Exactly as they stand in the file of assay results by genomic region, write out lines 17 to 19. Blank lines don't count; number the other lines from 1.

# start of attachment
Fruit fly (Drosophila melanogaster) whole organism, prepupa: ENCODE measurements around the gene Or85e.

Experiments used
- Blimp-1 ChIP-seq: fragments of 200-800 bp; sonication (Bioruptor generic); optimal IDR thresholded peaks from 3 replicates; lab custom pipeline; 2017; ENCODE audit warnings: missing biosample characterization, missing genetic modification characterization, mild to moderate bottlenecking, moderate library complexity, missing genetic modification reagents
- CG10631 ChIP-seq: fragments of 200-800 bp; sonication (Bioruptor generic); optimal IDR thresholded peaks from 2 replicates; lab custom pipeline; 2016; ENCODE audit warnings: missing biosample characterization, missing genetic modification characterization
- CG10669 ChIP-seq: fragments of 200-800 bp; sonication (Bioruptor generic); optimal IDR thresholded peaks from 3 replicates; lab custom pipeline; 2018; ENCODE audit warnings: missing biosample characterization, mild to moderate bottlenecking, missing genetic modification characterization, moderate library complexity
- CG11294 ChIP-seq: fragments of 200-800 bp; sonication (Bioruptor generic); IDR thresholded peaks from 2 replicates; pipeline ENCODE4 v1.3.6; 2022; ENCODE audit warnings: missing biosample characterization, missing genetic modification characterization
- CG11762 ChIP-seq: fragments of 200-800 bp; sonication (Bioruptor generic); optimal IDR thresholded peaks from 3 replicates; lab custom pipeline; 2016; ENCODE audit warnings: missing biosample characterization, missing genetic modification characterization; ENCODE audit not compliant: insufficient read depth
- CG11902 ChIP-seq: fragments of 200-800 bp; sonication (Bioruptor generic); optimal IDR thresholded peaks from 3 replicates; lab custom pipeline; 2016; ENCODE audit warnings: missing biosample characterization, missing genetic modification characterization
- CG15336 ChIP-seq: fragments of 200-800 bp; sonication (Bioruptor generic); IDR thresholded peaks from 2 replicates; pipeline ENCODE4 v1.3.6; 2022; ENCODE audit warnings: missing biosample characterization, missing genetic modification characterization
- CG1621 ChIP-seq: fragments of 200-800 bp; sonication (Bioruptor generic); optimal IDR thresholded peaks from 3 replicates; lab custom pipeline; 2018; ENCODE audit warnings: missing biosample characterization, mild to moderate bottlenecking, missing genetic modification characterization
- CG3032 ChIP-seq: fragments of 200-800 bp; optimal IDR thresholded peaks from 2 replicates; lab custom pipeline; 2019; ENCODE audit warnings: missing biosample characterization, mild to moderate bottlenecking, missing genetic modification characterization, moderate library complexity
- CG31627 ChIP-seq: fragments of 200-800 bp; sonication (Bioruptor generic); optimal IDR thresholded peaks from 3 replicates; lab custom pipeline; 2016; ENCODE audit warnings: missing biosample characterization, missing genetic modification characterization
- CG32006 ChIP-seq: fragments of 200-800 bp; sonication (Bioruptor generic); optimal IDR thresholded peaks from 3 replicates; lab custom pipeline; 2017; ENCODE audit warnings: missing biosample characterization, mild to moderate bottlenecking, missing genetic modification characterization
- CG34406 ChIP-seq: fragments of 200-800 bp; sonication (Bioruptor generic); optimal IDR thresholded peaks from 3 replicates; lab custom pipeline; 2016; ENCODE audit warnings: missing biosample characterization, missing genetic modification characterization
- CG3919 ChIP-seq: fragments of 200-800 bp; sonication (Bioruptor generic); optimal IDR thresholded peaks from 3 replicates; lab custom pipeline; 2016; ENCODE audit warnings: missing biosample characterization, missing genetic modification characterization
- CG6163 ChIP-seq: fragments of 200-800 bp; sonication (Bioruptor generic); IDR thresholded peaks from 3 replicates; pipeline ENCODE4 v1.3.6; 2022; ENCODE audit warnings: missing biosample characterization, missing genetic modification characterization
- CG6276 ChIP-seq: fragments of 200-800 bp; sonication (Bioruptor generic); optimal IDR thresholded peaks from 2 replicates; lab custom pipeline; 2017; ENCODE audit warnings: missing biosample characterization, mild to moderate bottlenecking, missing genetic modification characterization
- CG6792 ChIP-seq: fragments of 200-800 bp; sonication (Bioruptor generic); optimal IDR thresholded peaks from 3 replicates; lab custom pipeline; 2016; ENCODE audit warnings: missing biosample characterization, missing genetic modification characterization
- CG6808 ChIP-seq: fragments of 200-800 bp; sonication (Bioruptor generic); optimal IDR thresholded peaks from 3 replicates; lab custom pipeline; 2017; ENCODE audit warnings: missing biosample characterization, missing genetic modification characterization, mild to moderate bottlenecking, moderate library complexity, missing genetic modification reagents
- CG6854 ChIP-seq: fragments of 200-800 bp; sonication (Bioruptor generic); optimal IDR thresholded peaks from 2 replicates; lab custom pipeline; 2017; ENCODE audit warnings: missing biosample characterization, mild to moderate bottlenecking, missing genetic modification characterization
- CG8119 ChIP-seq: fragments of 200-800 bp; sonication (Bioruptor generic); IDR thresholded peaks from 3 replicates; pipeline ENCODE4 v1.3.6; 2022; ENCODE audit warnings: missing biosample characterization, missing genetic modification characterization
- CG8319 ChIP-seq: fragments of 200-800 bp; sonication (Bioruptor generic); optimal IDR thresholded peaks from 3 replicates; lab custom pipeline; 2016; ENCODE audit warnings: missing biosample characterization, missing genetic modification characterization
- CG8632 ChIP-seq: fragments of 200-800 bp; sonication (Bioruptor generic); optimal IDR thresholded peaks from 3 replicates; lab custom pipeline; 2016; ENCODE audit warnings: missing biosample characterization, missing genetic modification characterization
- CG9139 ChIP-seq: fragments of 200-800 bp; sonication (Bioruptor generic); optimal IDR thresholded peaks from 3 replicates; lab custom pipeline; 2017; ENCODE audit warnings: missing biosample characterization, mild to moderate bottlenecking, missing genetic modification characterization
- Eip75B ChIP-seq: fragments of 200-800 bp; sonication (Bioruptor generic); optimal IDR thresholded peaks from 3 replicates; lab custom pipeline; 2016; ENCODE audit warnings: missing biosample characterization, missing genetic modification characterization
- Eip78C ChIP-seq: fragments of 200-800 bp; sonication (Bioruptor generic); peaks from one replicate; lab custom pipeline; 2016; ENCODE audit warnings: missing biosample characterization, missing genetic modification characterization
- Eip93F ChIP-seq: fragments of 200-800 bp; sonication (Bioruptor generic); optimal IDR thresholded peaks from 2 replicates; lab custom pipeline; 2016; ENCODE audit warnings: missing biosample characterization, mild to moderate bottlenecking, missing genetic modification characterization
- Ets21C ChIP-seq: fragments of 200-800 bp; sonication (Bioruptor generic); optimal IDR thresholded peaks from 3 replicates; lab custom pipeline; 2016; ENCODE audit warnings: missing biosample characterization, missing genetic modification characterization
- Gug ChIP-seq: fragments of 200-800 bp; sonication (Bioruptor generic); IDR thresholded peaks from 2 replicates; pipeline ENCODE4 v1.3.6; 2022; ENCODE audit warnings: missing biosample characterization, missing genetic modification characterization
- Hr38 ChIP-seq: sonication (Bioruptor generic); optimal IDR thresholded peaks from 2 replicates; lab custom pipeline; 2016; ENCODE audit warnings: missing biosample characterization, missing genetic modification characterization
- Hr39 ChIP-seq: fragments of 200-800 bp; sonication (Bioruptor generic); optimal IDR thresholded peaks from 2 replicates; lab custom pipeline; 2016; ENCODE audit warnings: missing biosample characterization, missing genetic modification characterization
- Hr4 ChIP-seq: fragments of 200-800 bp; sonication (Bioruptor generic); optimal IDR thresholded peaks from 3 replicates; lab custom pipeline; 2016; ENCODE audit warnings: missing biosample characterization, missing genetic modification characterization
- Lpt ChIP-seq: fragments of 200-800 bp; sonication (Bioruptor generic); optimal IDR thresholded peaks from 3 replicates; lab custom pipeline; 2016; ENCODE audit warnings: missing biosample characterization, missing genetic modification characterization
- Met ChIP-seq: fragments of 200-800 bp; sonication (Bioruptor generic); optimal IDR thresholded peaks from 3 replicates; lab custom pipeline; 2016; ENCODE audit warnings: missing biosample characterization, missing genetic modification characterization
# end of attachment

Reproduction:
- CG6276 ChIP-seq: fragments of 200-800 bp; sonication (Bioruptor generic); optimal IDR thresholded peaks from 2 replicates; lab custom pipeline; 2017; ENCODE audit warnings: missing biosample characterization, mild to moderate bottlenecking, missing genetic modification characterization
- CG6792 ChIP-seq: fragments of 200-800 bp; sonication (Bioruptor generic); optimal IDR thresholded peaks from 3 replicates; lab custom pipeline; 2016; ENCODE audit warnings: missing biosample characterization, missing genetic modification characterization
- CG6808 ChIP-seq: fragments of 200-800 bp; sonication (Bioruptor generic); optimal IDR thresholded peaks from 3 replicates; lab custom pipeline; 2017; ENCODE audit warnings: missing biosample characterization, missing genetic modification characterization, mild to moderate bottlenecking, moderate library complexity, missing genetic modification reagents